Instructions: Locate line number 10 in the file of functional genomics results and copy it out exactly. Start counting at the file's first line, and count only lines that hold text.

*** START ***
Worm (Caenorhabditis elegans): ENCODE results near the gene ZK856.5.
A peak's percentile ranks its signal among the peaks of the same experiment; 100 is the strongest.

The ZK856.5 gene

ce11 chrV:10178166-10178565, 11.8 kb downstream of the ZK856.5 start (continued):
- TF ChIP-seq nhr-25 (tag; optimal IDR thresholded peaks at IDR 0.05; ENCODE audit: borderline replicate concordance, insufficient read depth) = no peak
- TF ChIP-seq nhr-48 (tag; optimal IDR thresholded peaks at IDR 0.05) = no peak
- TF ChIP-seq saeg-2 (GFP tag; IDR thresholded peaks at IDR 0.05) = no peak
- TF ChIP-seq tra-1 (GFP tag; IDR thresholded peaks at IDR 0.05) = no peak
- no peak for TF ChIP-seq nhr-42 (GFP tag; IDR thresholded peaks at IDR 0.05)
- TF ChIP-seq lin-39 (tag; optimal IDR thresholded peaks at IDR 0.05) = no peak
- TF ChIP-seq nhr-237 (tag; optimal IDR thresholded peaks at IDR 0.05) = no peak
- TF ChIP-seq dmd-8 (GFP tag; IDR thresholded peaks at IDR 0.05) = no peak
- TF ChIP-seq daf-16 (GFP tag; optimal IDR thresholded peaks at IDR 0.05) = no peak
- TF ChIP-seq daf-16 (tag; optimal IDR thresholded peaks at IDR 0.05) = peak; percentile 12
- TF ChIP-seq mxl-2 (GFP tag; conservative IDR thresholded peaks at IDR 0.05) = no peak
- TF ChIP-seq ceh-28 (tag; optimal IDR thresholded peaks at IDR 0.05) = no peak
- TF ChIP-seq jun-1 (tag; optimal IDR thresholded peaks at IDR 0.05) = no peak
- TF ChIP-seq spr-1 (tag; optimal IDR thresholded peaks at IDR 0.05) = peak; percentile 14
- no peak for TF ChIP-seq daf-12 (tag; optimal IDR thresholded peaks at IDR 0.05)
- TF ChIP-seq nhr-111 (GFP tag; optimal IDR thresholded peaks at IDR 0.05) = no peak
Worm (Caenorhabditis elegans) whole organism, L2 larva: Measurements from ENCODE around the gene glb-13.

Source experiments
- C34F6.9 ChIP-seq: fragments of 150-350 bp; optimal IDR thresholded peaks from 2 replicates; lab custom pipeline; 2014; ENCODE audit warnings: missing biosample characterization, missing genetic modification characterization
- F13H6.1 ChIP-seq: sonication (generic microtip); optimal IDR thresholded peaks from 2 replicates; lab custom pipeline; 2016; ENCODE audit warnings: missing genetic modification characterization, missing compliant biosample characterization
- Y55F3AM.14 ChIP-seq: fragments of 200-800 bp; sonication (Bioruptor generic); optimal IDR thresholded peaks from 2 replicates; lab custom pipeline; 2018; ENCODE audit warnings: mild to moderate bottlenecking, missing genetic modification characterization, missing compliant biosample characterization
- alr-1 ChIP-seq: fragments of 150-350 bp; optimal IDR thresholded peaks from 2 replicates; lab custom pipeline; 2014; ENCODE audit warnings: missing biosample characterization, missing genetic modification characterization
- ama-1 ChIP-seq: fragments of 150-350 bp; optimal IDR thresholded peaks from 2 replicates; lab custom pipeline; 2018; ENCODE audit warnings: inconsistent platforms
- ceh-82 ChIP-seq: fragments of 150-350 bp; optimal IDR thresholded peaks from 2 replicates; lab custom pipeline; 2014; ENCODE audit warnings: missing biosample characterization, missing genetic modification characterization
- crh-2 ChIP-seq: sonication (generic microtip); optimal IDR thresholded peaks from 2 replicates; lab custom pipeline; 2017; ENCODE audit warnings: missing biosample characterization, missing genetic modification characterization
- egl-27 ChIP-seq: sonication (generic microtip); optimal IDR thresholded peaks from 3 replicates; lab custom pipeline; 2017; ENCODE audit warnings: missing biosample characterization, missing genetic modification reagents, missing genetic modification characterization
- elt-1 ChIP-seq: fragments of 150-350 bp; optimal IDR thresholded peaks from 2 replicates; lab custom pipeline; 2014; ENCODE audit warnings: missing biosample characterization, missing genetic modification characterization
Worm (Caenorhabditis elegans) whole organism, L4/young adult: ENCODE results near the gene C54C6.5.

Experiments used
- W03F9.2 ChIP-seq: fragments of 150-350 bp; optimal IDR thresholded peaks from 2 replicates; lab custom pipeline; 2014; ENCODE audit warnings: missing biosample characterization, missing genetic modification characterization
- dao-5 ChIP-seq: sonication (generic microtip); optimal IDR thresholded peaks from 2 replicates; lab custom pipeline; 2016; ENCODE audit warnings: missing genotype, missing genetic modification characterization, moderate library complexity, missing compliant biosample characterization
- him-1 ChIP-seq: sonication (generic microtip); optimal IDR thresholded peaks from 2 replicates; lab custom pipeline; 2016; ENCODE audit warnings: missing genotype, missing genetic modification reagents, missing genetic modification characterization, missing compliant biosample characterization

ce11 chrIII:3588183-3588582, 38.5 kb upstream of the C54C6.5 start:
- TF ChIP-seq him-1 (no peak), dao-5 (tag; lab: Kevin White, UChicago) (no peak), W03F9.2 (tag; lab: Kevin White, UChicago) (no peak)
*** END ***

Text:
- TF ChIP-seq lin-39 (tag; optimal IDR thresholded peaks at IDR 0.05) = no peak